Improving Food Access
Improving Food Access
RPI research, supported by the National Science Foundation, aims to connect regional food hubs, and farmers, to address food insecurity and inequity
Food access is one of the largest social problems in the United States. The challenge of accessing healthy foods is especially pronounced in communities of disadvantaged populations. Research led by Rensselaer Polytechnic Institute (RPI) proposes to develop a local food cooperation (LFC) program that integrates a state-level food hub network to enable the coordination of multiple regional food hubs, and regional farm to institution programs that address regional food insecurity and inequity.
The research — led by Cara Wang, professor of civil and environmental engineering at RPI — is supported by a $50,000 grant from the Civic Innovation Challenge, a multi-agency, federal government research and action competition that aims to fund ready-to-implement, research-based pilot projects that have the potential for scalable, sustainable, and transferable impact on community-identified priorities. The Challenge is supported by the National Science Foundation, in partnership with the U.S. Department of Energy and the U.S. Department of Homeland Security.
A total of 52 projects were selected for Stage 1 funding. In early 2023, teams from this stage will resubmit to Stage 2 for the opportunity to receive $1 million, one-year awards to implement their pilot projects.
The Rensselaer project, titled “A Coordinated Food Hub Network and Farm to Institution Program: Building Bridges between Small Local Farmers and Institutions in New York State Capital Region,” is being done in partnership with two regional food hubs — Capital Roots from New York’s Capital Region and Headwater from the Rochester area — to answer the research questions, and test potential solutions.
According to Wang, small local farmers and producers of healthy foods struggle to make a living. In states across the country, the numbers of family-owned food producers have steadily declined since the 1960s. The proposed LFC program would provide a platform for information exchange and, possibly, trading so that food hubs in different regions can collaboratively leverage the surpluses to provide a stable supply. The program will also enable local food processors to process and pack food at a competitive price.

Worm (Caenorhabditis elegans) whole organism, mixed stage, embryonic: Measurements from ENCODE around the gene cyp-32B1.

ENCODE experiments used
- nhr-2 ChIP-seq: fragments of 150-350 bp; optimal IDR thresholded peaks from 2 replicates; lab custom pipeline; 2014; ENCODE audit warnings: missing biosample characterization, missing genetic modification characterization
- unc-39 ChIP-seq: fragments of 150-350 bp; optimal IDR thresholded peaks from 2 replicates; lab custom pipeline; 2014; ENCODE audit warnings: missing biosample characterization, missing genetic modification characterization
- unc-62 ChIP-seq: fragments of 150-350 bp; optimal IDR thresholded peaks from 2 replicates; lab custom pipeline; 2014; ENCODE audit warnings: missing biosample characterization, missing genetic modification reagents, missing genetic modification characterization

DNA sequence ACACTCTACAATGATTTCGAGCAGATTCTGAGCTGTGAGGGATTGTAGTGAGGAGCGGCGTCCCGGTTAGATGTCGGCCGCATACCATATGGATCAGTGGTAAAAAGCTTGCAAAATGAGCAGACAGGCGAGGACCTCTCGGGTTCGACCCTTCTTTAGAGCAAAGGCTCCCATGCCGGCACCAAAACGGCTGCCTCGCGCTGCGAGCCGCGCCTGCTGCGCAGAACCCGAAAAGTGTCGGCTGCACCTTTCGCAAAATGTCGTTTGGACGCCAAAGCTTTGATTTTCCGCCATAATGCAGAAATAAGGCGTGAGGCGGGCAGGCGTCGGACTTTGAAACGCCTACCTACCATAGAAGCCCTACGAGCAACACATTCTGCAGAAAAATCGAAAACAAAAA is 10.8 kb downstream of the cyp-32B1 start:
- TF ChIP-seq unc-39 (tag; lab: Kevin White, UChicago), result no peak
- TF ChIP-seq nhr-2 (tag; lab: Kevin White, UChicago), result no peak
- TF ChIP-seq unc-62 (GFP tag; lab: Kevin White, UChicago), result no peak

“The program would be able to engage regional distributors to use their distribution and transportation capabilities and local resources to efficiently connect supply and demand,” Wang said.
The project aims to significantly improve the state-of practice of food supply chain operations by integrating pioneering research into a community-based program. It will also contribute to the state-of-art of freight demand forecasting, as the project will use newly collected food production and consumption data to enhance existing freight production models, making them more accurate in predicting food production and consumption, and institutional consumer behavior.
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About Rensselaer Polytechnic Institute
Founded in 1824, Rensselaer Polytechnic Institute is America’s first technological research university. Rensselaer encompasses five schools, over 30 research centers, more than 140 academic programs including 25 new programs, and a dynamic community made up of over 6,800 students and 104,000 living alumni. Rensselaer faculty and alumni include upwards of 155 National Academy members, six members of the National Inventors Hall of Fame, six National Medal of Technology winners, five National Medal of Science winners, and a Nobel Prize winner in Physics. With nearly 200 years of experience advancing scientific and technological knowledge, Rensselaer remains focused on addressing global challenges with a spirit of ingenuity and collaboration. To learn more, please visit www.rpi.edu.